Instead of watching children play or looking for inappropriate shapes in clouds, staring at a dangerous curve in anticipation of an accident is something most people would Dredd (Rotten TomatoesMetacritic).

“A fine piece of cheap entertainment.” Peter Hartlaub San Francisco Chronicle

Should we doubt a critic’s definition of ‘fine’ if he thinks a $15 3D ticket is  ‘cheap?’

“My notes are as follows: “Shoot bad guy.” “Shoot bad guy.” “Shoot bad guy.”” Kyle Smith New York Post

That sounds more like Dredd’s To-Do list.

“There was much to dread about this new iteration of Dredd, but it’s a solid, occasionally excellent take on the character, with Urban’s chin particularly impressive.” Empire Chris Hewitt

Winner of the Lifetime Chin-stinction Award

“Ultimately, your reaction to ‘Dredd 3D’ will depend on your tolerance for an almost breathtaking level of graphic violence.” Drew McWeeny HitFix

Is there a way to determine our tolerances before the movie, like a gore-dar or shock-alzyer?

“Say what you want about Stallone’s kitschy 1995 turn “Judge Dredd”…but the dude wore the helmet. Karl Urban replaces him in the new “Dredd,” and, frankly, the helmet wears Karl.” Roger Moore McClatchy-Tribune News Service

If you’re interested in cops who wear badges rather than badges who wear cops, check out the police officers at their End Of Watch (Rotten TomatoesMetacritic).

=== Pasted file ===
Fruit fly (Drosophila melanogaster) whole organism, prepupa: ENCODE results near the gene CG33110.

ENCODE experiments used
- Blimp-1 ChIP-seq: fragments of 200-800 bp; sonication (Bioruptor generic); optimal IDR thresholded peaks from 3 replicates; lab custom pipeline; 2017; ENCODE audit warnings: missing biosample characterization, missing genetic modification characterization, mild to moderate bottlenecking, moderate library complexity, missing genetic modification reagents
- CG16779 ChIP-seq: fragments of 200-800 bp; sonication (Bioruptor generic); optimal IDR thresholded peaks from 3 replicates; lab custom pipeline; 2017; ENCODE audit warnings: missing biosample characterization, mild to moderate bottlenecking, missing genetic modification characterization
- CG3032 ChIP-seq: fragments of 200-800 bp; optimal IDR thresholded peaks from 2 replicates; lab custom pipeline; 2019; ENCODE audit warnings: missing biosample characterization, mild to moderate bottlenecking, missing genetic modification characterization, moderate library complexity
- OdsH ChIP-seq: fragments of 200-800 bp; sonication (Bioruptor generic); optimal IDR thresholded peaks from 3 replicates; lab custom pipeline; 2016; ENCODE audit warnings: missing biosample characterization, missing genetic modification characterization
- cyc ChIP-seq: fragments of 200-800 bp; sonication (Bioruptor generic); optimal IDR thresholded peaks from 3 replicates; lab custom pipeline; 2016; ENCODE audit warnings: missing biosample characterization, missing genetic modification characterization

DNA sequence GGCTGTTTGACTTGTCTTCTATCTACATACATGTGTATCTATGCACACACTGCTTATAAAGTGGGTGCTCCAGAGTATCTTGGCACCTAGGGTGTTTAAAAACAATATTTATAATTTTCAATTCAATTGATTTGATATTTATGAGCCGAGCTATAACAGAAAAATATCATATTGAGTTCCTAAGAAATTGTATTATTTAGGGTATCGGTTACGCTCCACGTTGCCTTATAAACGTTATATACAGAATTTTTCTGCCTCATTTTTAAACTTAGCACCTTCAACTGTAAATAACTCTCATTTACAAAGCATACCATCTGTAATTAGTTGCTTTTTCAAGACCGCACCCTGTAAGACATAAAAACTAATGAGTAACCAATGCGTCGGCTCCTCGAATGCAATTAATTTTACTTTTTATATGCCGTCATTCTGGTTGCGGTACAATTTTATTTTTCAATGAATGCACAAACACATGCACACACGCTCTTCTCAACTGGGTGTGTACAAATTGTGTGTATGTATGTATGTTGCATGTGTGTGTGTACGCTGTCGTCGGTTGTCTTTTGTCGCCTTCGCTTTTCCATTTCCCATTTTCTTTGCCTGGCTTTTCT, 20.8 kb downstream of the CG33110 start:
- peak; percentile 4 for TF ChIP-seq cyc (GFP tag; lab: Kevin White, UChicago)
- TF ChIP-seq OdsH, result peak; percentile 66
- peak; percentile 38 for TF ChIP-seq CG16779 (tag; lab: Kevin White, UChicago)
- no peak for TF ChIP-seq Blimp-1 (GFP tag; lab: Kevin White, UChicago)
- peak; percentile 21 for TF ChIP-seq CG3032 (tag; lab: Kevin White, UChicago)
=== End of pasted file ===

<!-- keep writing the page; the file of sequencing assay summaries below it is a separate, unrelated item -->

“David Ayer, the writer of “Training Day,” director of “Street Kings,” writer/director of “Harsh Times,” does not make movies about princesses with witchy curses, about yuppie commitment-phobes, about talking plush toys. His territory is narrow, but he owns it: cops, in Los Angeles.” Philadelphia Inquirer Steven Rea

He owns the cops? So, this is a story about corruption?

“A visceral story of beat cops that is rare in its sensitivity, rash in its violence and raw in its humor.” Betsy Sharkey Los Angeles Times

That is probably the nicest sentence to ever contain the words: rare, raw, and rash.

“The problem with End of Watch, a gripping police drama, is director David Ayer’s stylistic decision to shoot nearly the entire movie tripod-less. Or, to put it another way, there’s a whole lotta shakin’ going on.” ReelViews James Berardinelli

A whole lot of bacon going on

“At times Ayer rubs our noses, almost literally, in the devastating horribleness of it all.” Stephanie Zacharek NPR

Is ‘almost literally’ another way of saying ‘terrifically figurative?’

“It’s the bang-bang that glues us. We’ll have to save the nuances for another time. Who needs moral ambiguity, anyway?” Kelly Vance East Bay Express

Morals aren’t ambiguous, but defining them is. Unless you see moral ambiguity as one of The Perks Of Being A Wallflower (Rotten TomatoesMetacritic).

“The Perks of Being a Wallflower is a perfect fit for its target audience – the Harry Potter kids who are following Emma Watson through her baby steps towards the stronger stuff.” The Guardian Henry Barnes

Alcoholic butter beer?

“Back in the director’s chair for only the second time, the filmmaker, like his main character, is a little unsteady on his feet. But thanks to his stars, the film – like the book – is a smartly observed study of a troubled teen’s first year in high school.” Los Angeles Times Betsy Sharkey